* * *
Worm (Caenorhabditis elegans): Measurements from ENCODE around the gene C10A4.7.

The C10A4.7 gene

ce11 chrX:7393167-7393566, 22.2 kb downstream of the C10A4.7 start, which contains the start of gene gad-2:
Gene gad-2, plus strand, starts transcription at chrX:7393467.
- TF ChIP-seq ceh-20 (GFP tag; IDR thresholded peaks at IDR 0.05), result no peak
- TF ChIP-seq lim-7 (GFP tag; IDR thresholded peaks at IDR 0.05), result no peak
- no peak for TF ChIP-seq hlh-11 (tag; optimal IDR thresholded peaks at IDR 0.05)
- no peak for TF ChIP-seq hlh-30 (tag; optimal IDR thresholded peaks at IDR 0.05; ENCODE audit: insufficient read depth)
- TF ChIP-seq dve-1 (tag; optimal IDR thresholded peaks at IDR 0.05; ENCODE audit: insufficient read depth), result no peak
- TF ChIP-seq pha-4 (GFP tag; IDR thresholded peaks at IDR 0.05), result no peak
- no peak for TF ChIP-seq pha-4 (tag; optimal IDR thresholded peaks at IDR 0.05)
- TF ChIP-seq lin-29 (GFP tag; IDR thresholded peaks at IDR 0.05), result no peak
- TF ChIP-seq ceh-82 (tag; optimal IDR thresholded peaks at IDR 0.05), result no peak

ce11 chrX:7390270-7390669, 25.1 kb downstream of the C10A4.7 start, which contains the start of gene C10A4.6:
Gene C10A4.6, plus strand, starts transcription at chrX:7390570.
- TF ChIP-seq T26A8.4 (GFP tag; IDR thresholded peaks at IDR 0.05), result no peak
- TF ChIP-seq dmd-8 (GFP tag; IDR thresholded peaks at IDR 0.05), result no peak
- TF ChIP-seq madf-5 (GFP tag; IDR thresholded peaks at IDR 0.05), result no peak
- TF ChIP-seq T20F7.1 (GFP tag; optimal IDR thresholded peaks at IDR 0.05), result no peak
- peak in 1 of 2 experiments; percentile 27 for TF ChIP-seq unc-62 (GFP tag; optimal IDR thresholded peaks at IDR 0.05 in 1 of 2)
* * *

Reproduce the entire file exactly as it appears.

Worm (Caenorhabditis elegans): Measurements from ENCODE around the gene C10A4.7.

The C10A4.7 gene

ce11 chrX:7393167-7393566, 22.2 kb downstream of the C10A4.7 start, which contains the start of gene gad-2:
Gene gad-2, plus strand, starts transcription at chrX:7393467.
- TF ChIP-seq ceh-20 (GFP tag; IDR thresholded peaks at IDR 0.05), result no peak
- TF ChIP-seq lim-7 (GFP tag; IDR thresholded peaks at IDR 0.05), result no peak
- no peak for TF ChIP-seq hlh-11 (tag; optimal IDR thresholded peaks at IDR 0.05)
- no peak for TF ChIP-seq hlh-30 (tag; optimal IDR thresholded peaks at IDR 0.05; ENCODE audit: insufficient read depth)
- TF ChIP-seq dve-1 (tag; optimal IDR thresholded peaks at IDR 0.05; ENCODE audit: insufficient read depth), result no peak
- TF ChIP-seq pha-4 (GFP tag; IDR thresholded peaks at IDR 0.05), result no peak
- no peak for TF ChIP-seq pha-4 (tag; optimal IDR thresholded peaks at IDR 0.05)
- TF ChIP-seq lin-29 (GFP tag; IDR thresholded peaks at IDR 0.05), result no peak
- TF ChIP-seq ceh-82 (tag; optimal IDR thresholded peaks at IDR 0.05), result no peak

ce11 chrX:7390270-7390669, 25.1 kb downstream of the C10A4.7 start, which contains the start of gene C10A4.6:
Gene C10A4.6, plus strand, starts transcription at chrX:7390570.
- TF ChIP-seq T26A8.4 (GFP tag; IDR thresholded peaks at IDR 0.05), result no peak
- TF ChIP-seq dmd-8 (GFP tag; IDR thresholded peaks at IDR 0.05), result no peak
- TF ChIP-seq madf-5 (GFP tag; IDR thresholded peaks at IDR 0.05), result no peak
- TF ChIP-seq T20F7.1 (GFP tag; optimal IDR thresholded peaks at IDR 0.05), result no peak
- peak in 1 of 2 experiments; percentile 27 for TF ChIP-seq unc-62 (GFP tag; optimal IDR thresholded peaks at IDR 0.05 in 1 of 2)